There’s a wonderful website out there called Brain Pickings which hits upon all kinds of weird and wonderful things, a true miscellany of ‘interestingness’. An article there set me thinking. About the psychology of writing, it poses the question: does the perfect environment optimise creativity?
The big issue is: can a creative person write anywhere, or do they need daily rituals and schedules?
We’ve all heard of novelists who say they write for 4-5 hours a day whether they want to or not. And equally some will aim to write a few thousand words a day, whatever the quality. I suspect that for a novelist, creating a rather lengthy whole product, then some kind of imperative that makes you just do it is needed.
For article writers, and people involved in a litany of projects like me, then writing is more ad hoc. What arises in the news or through one’s reading/emails to encourage a reaction? It must be said that personally, I love the flighty approach to article writing, dipping from one issue to another, throwing a variety of items out there for public consumption.
However, when writing books, that ad hoc approach is not terribly successful, as I realised how long it took me to reach 25,000 words for one of my books, despite visits to archives and some attempt at systematic research. No, to do that, I need to crack on, slog, and put the hours in, focused specifically on that project. You can switch off the outside world, digitally, to enable this to happen.
Back to Brain Pickings, which quotes (from The Psychology of Writing by Ronald T Kellogg, 1994):
“[There is] evidence that environments, schedules, and rituals restructure the writing process and amplify performance… The principles of memory retrieval suggest that certain practices should amplify performance. These practices encourage a state of flow rather than one of anxiety or boredom. Like strategies, these other aspects of a writer’s method may alleviate the difficulty of attentional overload. The room, time of day, or ritual selected for working may enable or even induce intense concentration or a favourable motivational or emotional state. Moreover, in accordance with encoding specificity, each of these aspects of method may trigger retrieval of ideas, facts, plans, and other relevant knowledge associated with the place, time, or frame of mind selected by the writer for work”.
One of these issues is background noise. It seems that high intensity noise disrupts performance on complex tasks but improves it on simple boring tasks (maybe that’s why people have loud music on during routine work like cleaning, which is generally dull, repetitive and tedious. I’m not sure if age doesn’t also play a part. As a student, I could write essays through a ‘banging tune’ but now I’d have no chance. Silence is indeed golden!)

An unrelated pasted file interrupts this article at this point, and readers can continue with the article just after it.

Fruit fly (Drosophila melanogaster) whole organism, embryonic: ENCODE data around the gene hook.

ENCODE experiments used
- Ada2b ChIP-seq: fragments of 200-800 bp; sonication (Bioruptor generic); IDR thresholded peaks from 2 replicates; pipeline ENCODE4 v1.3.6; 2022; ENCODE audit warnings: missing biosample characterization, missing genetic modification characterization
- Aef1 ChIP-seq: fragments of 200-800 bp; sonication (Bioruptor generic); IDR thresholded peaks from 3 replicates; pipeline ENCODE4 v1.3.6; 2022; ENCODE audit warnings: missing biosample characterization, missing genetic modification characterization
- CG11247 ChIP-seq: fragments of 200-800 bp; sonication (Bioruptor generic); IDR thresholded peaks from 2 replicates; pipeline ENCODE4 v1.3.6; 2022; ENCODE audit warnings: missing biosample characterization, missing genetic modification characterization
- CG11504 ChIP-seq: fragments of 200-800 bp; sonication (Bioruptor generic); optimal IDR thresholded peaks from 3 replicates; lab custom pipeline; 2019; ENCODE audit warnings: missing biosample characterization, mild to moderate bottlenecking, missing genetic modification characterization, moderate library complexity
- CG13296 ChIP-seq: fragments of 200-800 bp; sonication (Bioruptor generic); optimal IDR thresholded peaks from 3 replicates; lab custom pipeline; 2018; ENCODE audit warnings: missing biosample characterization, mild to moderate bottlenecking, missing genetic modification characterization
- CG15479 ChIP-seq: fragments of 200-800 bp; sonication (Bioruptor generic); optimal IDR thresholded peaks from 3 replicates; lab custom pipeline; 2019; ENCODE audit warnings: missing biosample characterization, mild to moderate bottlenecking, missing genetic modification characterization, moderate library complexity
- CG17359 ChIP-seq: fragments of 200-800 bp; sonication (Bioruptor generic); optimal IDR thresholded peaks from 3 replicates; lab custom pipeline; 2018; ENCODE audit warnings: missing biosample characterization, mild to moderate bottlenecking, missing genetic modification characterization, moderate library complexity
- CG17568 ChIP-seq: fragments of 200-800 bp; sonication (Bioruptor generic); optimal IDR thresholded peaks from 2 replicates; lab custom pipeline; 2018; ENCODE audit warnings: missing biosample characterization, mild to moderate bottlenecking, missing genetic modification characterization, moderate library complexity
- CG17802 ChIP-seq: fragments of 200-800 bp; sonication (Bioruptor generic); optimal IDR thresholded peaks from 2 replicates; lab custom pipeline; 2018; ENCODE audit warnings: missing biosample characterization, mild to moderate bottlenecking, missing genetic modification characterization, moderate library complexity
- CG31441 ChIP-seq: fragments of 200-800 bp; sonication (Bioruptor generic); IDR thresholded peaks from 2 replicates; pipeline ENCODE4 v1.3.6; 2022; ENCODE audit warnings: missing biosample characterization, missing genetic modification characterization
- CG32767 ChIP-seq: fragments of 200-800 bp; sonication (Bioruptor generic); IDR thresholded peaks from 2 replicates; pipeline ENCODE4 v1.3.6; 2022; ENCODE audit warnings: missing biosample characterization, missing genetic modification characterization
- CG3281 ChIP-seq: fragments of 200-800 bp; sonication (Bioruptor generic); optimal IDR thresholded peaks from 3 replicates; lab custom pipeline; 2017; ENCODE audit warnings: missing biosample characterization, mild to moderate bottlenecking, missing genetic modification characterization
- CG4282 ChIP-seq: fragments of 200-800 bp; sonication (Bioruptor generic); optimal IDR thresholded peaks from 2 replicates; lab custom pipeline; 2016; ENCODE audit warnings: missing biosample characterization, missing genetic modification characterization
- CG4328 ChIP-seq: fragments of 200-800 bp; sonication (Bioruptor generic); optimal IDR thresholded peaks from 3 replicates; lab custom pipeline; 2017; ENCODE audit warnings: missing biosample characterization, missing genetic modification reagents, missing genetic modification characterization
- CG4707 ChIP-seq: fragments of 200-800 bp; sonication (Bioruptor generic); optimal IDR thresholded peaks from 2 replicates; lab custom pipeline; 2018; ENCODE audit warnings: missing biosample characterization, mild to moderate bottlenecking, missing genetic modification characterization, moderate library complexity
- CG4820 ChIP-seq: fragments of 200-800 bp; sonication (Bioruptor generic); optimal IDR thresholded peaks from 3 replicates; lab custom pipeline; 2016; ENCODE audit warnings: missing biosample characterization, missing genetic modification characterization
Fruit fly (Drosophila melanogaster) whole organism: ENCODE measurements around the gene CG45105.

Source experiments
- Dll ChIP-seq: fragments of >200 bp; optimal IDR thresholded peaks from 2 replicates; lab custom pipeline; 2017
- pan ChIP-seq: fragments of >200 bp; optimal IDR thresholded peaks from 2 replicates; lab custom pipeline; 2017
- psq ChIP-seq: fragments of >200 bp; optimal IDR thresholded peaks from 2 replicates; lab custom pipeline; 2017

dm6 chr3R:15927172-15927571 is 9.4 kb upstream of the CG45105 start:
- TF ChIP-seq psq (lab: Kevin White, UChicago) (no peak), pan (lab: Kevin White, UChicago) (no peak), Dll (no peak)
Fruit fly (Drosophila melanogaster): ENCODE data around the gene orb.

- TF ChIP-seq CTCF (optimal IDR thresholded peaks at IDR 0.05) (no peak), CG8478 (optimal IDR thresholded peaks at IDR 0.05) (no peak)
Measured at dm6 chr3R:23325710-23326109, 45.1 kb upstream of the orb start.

Really, it’s a highly individualistic issue. Kellogg mentions that Allen Ginsberg could write anywhere, but Proust and Carlyle almost needed their own padded cells to be creative.
I’m more of a Ginsberg but more for noting down ideas, swift paragraphs, etc., than knocking out a well thought out piece of prose. It also depends what the noise is. In another quote from Kellogg, Brain Pickings says:
For some writers, the dripping of a faucet may be more disruptive than the bustle of a cafe in the heart of a city.
How true. I can write while listening to the roar of the surf, but give me a dripping tap, or a ticking clock and I’ve had it. I’m on red alert, roused to the point of irritation, or even flight.
Kellogg also suggests that 1-3 hours at a time is enough. A good and dear friend of mine regularly exclaims loudly in the ‘alright for some’ vein, when she hears of my 9 am ish baths, saying she’s at work, stuck in her routine. I point out that I’ve usually been working 6 am if not earlier, so that is my break time. And she gets paid for her work. Mine is rather more haphazard!
So, we may not need a special room with a special desk and special equipment, though these are good cues to tell our brain to crack on. Conversely, some noise or interruption may be acceptable, others not. What is essential is that we don’t become sidetracked by other things: emails, Facebook, magazines, housework, thinking. Indeed, the best ideas often come when out and about, in the natural world.
Rather like Thomas Mann who wrote: For writing I must have a roof over my head, and since I enjoy working by the sea better than anywhere else, I need a tent or a wicker beach chair. Much of my composition, as I have said, has been conceived on walks; I also regard movement in the open air as the best means of reviving my energy for work.
I have been moved to write poems when by the sea or when overlooking amazing places like Sydney Harbour, that would never otherwise have happened.
I had the idea for my PhD thesis while walking round a reservoir (my head was buzzing, could not stop the thinking) though I had no intention of actually doing one.
But then the sheer hard graft, these days, involves a desk, a computer, lots of scribbled notes and some semblance of organised material. Once the inspiration has fired up, there’s the perspiration of getting it out there.
What works for you? Let me know.